Later that night I was wheeled down to the ultrasound technician. I was able to talk to him for a long time while he was waiting for a phone call to find out what he was supposed to be checking for. He was such a sweet person, and I enjoyed my time being able to talk to someone about everything. He showed me where “chunks” of my placenta were still retained. Somehow they had been missed during my last dilation and curettage (D&C). He said this meant I would probably need a second D&C. Ugh. Here we go again. It’s my never-ending story, haha!
The nurse that night helped me order a special breakfast. I was so hungry, and I took one bite of it in the morning as I waited for the doctor to come in and tell me our next steps. Before I could take another bite the doctor came in the room. She told me I couldn’t eat another bite of food for the rest of the day. I almost cried. I was so hungry. This was so disappointing. She said I was going to have another D&C in the late afternoon, and I was going to be put completely under anesthesia. That meant I couldn’t eat anything at all. I could only have a few sips of water the whole day. I was so miserable that day. I was bleeding and heavily sedated. They wheeled my breakfast away, and all I could think about was food and water while I was trying to be distracted by the television. I was in too much pain to read or think or do anything. I was glad I never had any visitors.
Later that evening I met with my anesthesiologist. He was very compassionate, and he made me feel so calm before my procedure. I had to wait for a short period of time while the doctor and nurses prepped everything. He told me how he lost a child at 18 weeks, and he understood what it feels like to be in my shoes. He even let me keep the same IV in my arm. (I refused a new one even though it was recommended.) He put me under so gently and quickly. The doctor did a guided ultrasound this time so she could get everything out. She said she should have done it the first time because the placenta was stuck around one of the “horns” of my heart-shaped uterus. The shape of my uterus had made things difficult to remove. When I woke up, I felt like a new person! I was wheeled back in our room where I quickly recovered. The doctor had said I could go home that night, but I knew I wasn’t strong enough yet. I asked to be discharged in the morning.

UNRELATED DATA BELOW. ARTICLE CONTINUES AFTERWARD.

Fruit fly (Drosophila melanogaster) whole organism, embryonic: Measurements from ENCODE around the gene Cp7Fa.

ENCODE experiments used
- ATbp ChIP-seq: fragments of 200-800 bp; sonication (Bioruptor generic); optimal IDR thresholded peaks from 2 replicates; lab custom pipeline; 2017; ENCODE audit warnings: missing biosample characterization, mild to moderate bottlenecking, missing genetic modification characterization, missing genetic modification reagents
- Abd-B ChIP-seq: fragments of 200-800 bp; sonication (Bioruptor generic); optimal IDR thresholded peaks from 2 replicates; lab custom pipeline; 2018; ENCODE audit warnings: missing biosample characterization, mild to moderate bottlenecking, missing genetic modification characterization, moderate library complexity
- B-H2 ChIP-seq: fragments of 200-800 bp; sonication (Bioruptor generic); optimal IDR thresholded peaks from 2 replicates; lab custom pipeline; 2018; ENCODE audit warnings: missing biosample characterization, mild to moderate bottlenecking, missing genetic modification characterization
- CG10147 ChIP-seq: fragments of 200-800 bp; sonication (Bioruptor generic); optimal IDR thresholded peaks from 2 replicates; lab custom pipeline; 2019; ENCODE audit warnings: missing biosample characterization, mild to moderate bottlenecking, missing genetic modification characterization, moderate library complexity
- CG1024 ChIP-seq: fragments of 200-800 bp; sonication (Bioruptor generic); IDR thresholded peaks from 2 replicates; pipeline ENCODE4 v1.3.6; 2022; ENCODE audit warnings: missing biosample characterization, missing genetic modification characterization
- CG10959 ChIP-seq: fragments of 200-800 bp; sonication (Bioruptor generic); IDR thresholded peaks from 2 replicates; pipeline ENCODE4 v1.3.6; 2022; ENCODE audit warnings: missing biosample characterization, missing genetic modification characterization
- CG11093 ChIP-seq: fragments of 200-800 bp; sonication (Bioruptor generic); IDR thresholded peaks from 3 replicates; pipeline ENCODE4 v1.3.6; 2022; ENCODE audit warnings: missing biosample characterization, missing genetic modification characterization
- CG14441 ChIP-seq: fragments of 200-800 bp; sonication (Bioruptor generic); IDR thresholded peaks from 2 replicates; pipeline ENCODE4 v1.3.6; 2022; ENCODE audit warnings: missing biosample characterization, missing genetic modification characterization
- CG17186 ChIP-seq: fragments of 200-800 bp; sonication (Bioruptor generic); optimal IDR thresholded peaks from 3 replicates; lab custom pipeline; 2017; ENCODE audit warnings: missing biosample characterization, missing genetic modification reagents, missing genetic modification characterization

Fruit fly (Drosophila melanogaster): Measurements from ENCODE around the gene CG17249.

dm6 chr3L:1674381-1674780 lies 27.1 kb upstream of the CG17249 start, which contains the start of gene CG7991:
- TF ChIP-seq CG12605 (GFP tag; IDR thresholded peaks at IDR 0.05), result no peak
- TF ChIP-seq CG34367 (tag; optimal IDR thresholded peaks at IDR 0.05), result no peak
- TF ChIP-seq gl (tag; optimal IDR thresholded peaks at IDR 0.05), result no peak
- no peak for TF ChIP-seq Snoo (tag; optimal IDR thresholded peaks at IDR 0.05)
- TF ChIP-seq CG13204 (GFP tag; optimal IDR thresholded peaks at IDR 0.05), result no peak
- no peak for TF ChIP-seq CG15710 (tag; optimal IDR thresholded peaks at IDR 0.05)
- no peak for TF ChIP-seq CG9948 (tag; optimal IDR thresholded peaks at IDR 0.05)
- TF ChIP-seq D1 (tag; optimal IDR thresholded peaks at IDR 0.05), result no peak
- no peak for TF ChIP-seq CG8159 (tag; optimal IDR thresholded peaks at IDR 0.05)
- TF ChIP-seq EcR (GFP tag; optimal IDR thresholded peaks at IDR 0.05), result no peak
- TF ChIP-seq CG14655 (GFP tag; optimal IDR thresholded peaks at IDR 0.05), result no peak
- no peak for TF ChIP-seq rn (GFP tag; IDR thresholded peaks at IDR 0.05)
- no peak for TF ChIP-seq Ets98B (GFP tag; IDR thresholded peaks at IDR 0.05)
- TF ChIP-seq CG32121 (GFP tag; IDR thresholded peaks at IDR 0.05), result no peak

My husband and I packed our bags. I slept very well. The next morning they pushed some antibiotics into my arm through my IV port. It was like a stinging hot rush of liquid. They said they had to do it one more time later that morning. I was dreading it. The doctor came in shortly thereafter and cleared me to go home. She gave me a prescription for Ibuprofen and Iron tablets. She said I didn’t need any more antibiotics, and I could eat a good breakfast. We could see out our window that it was raining outside. I ate a good breakfast, changed out of a hospital gown and finally put my own clothes on. I was both dreading and anticipating leaving the hospital. In every room of the hospital I had a special picture card on my door that indicated I had given birth to a deceased child. It was a leaf with a teardrop. The back of the card had a poem on it. Everyone who walked into my room knew what happened. They showed me kindness and compassion. I knew when I left the hospital there would be no such sign indicating to the rest of the world that I was the mother of a stillborn child. I had to leave the hospital without my baby and face the reality that lies ahead.